left the press before the end of the fifteenth century. All of
these cannot possibly be of interest, and many of them that are
"rare," are rare precisely because they are uninteresting. They
have not been preserved because they were thought not worth
preserving. This is a great cause of rarity; but we must not
hastily conclude that because a book found no favour in its own age,
therefore it has no claim on our attention. A London bookseller
tells me that he bought the "remainder" of Keats's "Endymion" for
fourpence a copy! The first edition of "Endymion" is now rare and
valued. In trying to mend the binding of an old "Odyssey" lately, I
extracted from the vellum covers parts of two copies of a very
scarce and curious French dictionary of slang, "Le Jargon, ou
Langage de l'Argot Reforme." This treatise may have been valueless,
almost, when it appeared, but now it is serviceable to the
philologist, and to all who care to try to interpret the slang
ballades of the poet Villon. An old pamphlet, an old satire, may
hold the key to some historical problem, or throw light on the past
of manners and customs. Still, of the earliest printed books,
collectors prefer such rare and beautiful ones as the oldest printed
Bibles: German, English,--as Taverner's and the Bishop's,--or
Hebrew and Greek, or the first editions of the ancient classics,
which may contain the readings of MSS. now lost or destroyed.
Talking of early Bibles, let us admire the luck and prudence of a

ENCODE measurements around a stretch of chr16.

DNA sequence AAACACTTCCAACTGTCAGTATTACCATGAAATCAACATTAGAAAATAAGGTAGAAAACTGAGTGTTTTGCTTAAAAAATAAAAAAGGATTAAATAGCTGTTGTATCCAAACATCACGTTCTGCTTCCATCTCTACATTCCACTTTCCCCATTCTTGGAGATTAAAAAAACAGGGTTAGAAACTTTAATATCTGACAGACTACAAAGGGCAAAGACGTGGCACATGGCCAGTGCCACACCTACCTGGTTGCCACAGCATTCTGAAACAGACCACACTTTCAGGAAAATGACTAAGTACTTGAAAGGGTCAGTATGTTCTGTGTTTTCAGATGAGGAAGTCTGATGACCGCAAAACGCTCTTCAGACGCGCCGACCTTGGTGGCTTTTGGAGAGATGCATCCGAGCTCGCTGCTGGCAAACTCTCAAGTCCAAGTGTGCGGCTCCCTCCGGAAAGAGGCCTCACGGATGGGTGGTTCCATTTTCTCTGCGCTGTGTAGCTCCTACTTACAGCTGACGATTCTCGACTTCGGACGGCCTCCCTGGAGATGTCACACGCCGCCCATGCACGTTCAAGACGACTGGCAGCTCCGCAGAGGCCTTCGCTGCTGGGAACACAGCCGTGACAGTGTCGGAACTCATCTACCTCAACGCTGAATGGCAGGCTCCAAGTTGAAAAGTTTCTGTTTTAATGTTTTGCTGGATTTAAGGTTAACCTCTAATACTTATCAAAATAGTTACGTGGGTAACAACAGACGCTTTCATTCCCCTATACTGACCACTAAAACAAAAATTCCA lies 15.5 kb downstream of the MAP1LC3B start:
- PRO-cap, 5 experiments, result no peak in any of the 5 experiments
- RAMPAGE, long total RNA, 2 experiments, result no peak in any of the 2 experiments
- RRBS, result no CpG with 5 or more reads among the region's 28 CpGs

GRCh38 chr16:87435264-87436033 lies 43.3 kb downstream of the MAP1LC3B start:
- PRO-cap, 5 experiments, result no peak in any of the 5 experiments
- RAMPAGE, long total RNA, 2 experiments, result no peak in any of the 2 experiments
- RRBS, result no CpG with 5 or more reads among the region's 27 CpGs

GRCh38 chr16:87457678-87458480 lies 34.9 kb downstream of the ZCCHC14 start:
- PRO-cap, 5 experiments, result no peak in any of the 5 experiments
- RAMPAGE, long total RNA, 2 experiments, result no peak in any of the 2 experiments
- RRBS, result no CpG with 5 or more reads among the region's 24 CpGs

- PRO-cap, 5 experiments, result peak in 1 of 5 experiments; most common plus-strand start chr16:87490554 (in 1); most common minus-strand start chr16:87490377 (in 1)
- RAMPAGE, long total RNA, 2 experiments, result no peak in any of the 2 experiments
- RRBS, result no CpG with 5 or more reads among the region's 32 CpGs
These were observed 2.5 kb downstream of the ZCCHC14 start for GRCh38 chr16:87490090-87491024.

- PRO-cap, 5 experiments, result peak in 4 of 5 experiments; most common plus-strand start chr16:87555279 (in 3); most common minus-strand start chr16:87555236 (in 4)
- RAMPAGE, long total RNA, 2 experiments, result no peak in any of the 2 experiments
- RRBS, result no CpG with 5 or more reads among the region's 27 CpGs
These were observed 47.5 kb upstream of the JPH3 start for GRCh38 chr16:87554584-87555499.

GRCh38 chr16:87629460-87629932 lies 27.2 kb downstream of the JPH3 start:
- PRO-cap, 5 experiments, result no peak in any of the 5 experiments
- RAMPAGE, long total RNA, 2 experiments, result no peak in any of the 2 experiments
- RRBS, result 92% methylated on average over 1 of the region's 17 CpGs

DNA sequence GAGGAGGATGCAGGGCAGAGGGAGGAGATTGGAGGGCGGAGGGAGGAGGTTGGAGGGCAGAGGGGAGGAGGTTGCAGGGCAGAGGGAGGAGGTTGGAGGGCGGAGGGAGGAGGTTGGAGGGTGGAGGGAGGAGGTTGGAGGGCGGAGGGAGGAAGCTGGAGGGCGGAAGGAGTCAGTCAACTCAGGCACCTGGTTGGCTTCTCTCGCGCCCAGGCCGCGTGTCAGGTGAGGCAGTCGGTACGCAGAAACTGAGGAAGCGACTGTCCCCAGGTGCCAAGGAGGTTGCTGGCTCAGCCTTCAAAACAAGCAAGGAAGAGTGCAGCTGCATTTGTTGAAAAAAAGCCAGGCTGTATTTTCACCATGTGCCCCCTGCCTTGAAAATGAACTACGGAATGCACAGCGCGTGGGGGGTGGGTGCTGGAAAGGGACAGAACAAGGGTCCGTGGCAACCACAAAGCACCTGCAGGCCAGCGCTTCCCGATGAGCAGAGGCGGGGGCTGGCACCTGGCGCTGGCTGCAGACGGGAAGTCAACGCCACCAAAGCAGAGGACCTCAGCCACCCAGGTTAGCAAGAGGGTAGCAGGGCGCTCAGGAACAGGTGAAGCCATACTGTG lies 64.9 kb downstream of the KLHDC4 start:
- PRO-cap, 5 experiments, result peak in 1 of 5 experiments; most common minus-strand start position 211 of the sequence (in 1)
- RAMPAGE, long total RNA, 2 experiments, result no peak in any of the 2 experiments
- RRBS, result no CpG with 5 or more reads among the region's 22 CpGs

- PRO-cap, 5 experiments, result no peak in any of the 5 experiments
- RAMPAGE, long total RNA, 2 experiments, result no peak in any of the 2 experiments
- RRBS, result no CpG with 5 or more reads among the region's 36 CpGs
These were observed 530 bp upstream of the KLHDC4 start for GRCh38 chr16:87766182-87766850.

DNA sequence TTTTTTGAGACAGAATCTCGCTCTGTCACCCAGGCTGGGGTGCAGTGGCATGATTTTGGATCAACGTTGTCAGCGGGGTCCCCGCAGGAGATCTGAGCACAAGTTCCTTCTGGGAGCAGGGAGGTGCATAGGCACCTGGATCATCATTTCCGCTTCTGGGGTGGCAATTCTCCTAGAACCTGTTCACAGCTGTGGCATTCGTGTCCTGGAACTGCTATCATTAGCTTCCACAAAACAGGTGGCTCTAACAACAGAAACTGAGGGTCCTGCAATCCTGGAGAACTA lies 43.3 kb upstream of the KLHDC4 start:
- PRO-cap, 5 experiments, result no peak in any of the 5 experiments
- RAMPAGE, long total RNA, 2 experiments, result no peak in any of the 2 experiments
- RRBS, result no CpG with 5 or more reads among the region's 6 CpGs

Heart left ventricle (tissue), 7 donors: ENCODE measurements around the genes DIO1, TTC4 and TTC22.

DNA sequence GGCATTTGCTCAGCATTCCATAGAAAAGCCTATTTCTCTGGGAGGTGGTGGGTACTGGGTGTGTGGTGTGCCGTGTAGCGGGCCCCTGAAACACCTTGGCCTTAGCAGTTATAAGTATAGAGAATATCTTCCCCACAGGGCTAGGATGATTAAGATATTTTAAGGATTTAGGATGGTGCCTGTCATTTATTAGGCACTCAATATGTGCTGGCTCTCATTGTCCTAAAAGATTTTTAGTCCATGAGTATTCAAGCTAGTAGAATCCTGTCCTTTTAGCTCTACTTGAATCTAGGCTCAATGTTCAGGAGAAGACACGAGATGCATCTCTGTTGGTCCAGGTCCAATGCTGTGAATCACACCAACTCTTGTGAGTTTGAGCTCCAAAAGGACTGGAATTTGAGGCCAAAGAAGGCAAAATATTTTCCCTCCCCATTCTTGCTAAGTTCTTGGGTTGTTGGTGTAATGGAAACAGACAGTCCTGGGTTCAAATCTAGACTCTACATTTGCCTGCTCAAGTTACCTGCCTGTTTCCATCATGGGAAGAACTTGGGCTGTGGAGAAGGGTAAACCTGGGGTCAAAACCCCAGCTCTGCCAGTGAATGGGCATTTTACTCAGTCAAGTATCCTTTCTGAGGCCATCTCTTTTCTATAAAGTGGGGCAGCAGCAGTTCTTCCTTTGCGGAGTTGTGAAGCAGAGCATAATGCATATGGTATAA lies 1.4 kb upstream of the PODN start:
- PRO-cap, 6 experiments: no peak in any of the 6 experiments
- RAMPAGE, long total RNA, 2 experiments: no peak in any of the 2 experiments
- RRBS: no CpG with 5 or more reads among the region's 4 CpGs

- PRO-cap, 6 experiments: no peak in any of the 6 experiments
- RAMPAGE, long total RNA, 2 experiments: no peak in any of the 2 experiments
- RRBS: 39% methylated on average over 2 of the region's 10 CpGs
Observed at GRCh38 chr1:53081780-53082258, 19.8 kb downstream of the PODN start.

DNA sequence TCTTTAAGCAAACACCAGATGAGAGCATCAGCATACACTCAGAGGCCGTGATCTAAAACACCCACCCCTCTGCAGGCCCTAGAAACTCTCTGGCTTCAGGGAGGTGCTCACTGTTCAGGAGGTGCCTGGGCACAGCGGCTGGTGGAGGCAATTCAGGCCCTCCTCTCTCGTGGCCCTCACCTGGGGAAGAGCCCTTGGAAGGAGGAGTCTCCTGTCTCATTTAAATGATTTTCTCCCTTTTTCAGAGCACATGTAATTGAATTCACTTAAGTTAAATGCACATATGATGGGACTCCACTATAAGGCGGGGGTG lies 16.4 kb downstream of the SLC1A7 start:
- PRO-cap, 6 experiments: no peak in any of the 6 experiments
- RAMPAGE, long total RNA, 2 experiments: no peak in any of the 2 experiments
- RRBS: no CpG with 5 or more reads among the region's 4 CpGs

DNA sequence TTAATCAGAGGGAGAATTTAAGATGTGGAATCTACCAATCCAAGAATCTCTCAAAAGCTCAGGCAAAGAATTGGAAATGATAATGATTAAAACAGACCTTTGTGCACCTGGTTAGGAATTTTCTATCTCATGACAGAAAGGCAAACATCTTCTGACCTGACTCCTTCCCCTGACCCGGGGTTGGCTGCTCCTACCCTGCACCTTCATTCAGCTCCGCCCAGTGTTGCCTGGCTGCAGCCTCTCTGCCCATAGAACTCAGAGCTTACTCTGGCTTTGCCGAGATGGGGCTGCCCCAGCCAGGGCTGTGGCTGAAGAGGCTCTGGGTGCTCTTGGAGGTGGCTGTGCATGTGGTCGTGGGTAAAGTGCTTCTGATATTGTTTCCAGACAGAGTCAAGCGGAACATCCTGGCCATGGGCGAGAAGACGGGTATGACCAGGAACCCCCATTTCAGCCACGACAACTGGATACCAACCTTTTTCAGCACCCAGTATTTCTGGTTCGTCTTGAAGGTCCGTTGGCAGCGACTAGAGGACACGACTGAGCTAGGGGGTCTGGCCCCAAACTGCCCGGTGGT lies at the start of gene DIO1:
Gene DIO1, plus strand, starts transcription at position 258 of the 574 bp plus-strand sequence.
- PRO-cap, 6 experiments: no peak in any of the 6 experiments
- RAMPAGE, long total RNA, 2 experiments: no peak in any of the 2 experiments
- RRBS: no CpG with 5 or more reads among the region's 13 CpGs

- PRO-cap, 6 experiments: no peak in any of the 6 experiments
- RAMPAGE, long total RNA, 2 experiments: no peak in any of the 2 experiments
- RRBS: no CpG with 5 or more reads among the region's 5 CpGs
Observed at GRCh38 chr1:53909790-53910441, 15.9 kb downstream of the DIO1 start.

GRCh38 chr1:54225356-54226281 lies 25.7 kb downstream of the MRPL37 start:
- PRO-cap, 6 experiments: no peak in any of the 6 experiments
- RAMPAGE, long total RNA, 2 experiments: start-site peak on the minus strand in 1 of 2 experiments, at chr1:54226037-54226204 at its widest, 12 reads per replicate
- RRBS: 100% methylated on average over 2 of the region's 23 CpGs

certain Mr. Sandford. He always longed for the first Hebrew Bible,
but would offer no fancy price, being convinced that the book would
one day fall in his way. His foreboding was fulfilled, and he
picked up his treasure for ten shillings in a shop in the Strand.
The taste for incunabula, or very early printed books, slumbered in
the latter half of the sixteenth, and all the seventeenth century.
It revived with the third jubilee of printing in 1740, and since
then has refined itself, and only craves books very early, very
important, or works from the press of Caxton, the St. Albans
Schoolmaster, or other famous old artists. Enough has been said to
show the beginner, always enthusiastic, that all old books are not
precious. For further information, the "Biography and Typography of
William Caxton," by Mr. Blades (Trubner, London, 1877), may be
consulted with profit.
Following the categories into which M. Brunet classifies desirable
books in his invaluable manual, we now come to books printed on
vellum, and on peculiar papers. At the origin of printing, examples
of many books, probably presentation copies, were printed on vellum.
There is a vellum copy of the celebrated Florentine first edition of
Homer; but it is truly sad to think that the twin volumes, Iliad and
Odyssey, have been separated, and pine in distant libraries. Early
printed books on vellum often have beautifully illuminated capitals.
Dibdin mentions in "Bibliomania" (London, 1811), p. 90, that a M.
Van Praet was compiling a catalogue of works printed on vellum, and
had collected more than 2000 articles. When hard things are said
about Henry VIII., let us remember that this monarch had a few
copies of his book against Luther printed on vellum. The Duke of
Marlborough's library possessed twenty-five books on vellum, all
printed before 1496. The chapter-house at Padua has a "Catullus" of